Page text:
In response to the ‘answer’ status message, the PSTN gateway 45 removes the simulated ring-back tone. The PSTN gateway 45 begins two-way voice frequency signal processing and associated two-way transmission of TCP/IP packets containing compressed voice frequency information via the public packet data network 31. At the same time, the server PC 71 and the client PC 61 provide a two-way interface for this communication from the connection to the public packet data network 31 to the handset 1. The handset 1 communicates CELP encoded information with the PSTN gateway 45 through the system 5 and the network 31 in essentially the manner described for the earlier examples, and the gateway 45 provides the audio interface to the telephone 49 through the PSTN. The user at handset 1 can talk to the calling party at telephone station 49, in a normal conversational manner.

The registration of the handsets with the base station and server PCs in the wireless gateway system 5 in combination with the maintenance of location registration information in the HLR database 33 facilitate roaming from one wireless gateway system to another. As the user roams, the handset periodically registers with one of the gateway systems 5, and each system 5 performing a registration provides a location update notice to the HLR database as part of the verification operation. In response to each query for translation relating to the called subscriber's handset 1, the conditional analysis processing by the domain name server system 51 and the retrieval of location registration information through the HLR database 33 result in routing of each call through the public switched packet data network 31 to the user's current location.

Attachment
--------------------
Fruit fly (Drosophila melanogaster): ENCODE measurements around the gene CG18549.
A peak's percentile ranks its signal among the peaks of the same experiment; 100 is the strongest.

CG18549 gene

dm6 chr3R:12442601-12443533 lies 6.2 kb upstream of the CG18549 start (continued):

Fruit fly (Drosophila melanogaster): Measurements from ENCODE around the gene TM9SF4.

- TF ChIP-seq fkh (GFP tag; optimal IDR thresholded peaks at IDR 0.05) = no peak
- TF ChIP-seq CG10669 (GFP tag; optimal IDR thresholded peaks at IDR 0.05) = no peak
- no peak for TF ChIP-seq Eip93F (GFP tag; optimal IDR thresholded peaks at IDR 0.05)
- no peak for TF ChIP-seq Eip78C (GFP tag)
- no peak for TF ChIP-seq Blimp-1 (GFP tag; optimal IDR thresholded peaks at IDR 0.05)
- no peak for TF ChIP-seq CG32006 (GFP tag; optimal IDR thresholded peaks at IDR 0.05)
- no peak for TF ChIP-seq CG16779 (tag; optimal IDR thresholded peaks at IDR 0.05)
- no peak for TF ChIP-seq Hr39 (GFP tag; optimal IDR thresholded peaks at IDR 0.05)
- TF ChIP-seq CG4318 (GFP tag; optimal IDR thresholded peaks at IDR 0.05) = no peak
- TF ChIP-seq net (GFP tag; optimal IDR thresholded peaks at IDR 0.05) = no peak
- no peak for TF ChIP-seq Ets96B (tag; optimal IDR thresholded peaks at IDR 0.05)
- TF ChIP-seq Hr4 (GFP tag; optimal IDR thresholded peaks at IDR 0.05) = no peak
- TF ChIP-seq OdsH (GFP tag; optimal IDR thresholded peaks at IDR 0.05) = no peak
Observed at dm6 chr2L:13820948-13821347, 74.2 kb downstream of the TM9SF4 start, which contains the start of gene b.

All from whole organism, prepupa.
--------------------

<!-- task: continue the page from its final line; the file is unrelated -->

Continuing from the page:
As noted above, the preferred implementation of the wireless gateway system 5 also provides communications over the LAN 70 for PCs 79 and 81. The PCs 79 and 81 can communicate data with each other and access the public packet data network 31 for data communications via the server PC 71. In this regard server PC 71 also performs appropriate firewall and gateway functions, for security. The voice capable PCs 81 can make calls to and receive calls from other such PCs as well as the wireless handsets 1 currently serviced by the particular gateway system 5. The server PC 71 also provides PCs 81 access to the public packet data network 31 for making and receiving voice calls. Call processing methodologies similar to those discussed above also apply to voice calls to and from any one of the voice capable PCs 81 served by the particular wireless gateway system 5.

The present invention admits of a wide range of modifications, within the scope of the appended claims. For example, each base station may connect directly to the internet. The computer serving as the base station would handle all IP processing and registration functions of the client PC and the server PC.